Walking along Water Street on a beautiful day in June confirms that summer has arrived in Eastport with the blooming of the Lupine. This is an event many locals have anticipated since the rosettes of leaves emerged in place of melting snow. Slowly through the spring they gain energy that results in an extraordinary explosion of color. Though not unique to Eastport, or New England, there seems to be something about the fresh cool breezes from the ocean that keep the air clear and the colors vivid, enhancing many of the views of the islands of Passamaquoddy Bay.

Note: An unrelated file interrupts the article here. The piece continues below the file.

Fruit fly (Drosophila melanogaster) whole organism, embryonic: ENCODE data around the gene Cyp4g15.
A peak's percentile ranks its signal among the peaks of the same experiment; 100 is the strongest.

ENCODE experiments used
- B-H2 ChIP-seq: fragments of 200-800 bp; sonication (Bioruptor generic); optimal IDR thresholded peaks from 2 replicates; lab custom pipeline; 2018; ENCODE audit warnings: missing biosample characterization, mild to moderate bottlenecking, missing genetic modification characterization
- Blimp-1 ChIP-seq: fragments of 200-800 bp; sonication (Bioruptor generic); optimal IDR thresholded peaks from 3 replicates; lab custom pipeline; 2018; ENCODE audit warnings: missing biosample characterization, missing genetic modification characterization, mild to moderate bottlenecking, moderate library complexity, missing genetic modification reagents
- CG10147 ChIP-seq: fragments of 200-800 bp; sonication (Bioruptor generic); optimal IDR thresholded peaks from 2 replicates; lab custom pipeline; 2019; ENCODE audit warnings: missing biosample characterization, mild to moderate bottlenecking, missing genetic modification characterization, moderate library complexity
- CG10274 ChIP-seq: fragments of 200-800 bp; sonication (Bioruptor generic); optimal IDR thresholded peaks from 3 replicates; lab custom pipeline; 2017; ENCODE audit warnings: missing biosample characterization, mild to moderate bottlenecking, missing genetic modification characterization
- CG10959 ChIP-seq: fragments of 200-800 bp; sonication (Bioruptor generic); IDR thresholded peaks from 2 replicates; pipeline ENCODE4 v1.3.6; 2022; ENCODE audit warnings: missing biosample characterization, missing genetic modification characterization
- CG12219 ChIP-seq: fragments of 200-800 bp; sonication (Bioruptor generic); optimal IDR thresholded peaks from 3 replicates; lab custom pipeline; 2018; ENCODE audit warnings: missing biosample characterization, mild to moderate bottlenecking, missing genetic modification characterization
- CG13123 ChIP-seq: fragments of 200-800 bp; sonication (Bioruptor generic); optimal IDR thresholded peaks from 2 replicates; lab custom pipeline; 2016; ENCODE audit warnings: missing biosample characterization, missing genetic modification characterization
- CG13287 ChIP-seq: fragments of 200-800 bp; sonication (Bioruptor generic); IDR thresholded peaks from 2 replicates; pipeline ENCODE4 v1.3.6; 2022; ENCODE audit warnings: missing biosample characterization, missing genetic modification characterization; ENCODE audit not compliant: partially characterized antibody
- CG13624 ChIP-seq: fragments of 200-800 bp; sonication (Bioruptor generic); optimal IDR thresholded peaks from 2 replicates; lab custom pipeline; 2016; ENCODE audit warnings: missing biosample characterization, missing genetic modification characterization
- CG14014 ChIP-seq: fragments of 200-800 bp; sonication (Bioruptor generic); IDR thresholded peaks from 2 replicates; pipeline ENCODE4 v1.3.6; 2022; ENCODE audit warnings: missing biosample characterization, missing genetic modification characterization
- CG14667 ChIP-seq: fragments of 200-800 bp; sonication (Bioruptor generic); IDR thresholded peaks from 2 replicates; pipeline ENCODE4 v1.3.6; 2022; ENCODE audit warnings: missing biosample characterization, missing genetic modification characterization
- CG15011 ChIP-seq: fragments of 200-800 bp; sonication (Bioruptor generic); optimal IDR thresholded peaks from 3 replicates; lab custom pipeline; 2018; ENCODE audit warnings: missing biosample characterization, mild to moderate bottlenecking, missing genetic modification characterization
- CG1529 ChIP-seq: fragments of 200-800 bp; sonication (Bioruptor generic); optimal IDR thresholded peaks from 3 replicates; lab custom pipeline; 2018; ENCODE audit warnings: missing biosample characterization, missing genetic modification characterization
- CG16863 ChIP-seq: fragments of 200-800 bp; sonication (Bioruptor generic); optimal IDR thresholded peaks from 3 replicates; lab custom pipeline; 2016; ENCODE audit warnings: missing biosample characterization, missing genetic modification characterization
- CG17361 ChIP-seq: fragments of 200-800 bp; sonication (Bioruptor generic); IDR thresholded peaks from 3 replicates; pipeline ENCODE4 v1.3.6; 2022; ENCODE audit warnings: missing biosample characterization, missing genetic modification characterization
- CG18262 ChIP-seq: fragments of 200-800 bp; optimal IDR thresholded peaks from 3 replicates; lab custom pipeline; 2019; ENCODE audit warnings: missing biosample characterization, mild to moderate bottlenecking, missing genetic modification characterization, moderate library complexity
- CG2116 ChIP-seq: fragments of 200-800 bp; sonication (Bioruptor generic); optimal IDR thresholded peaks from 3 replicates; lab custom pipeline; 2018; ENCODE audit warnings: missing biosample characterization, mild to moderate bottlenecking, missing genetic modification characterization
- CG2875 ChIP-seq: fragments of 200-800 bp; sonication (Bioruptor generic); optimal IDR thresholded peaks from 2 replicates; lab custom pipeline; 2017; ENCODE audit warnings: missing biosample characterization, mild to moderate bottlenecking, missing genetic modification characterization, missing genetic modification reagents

There is a wide variety of wildflowers on display at this time of year that offer an entire palette of color. Perhaps what makes the Lupines so intriguing is the colorful variety they display on their own. Purple tends to be the dominant color but spikes of fuchsia, pink, lavender and near-white also punctuate the patches of flowers found in fields, hillsides, roadside clearings, and open lots. If you are lucky enough to also be down-wind of a grouping of the tall and showy flowers, you will also be treated to a softly sweet fragrance.
As members of the plant family Fabaceae, Lupine have lots of relatives in the floral world throughout America, including the well-known Bluebonnets from Texas. The flowers are held on tall spikes, sometimes more than a foot in length that are lifted by the plant to waist- or chest-high. Once the blooming is over, seeds are produced in long, bean-like pods on the plant. They easily reseed themselves for next year’s show.
Written by Gail McGlamery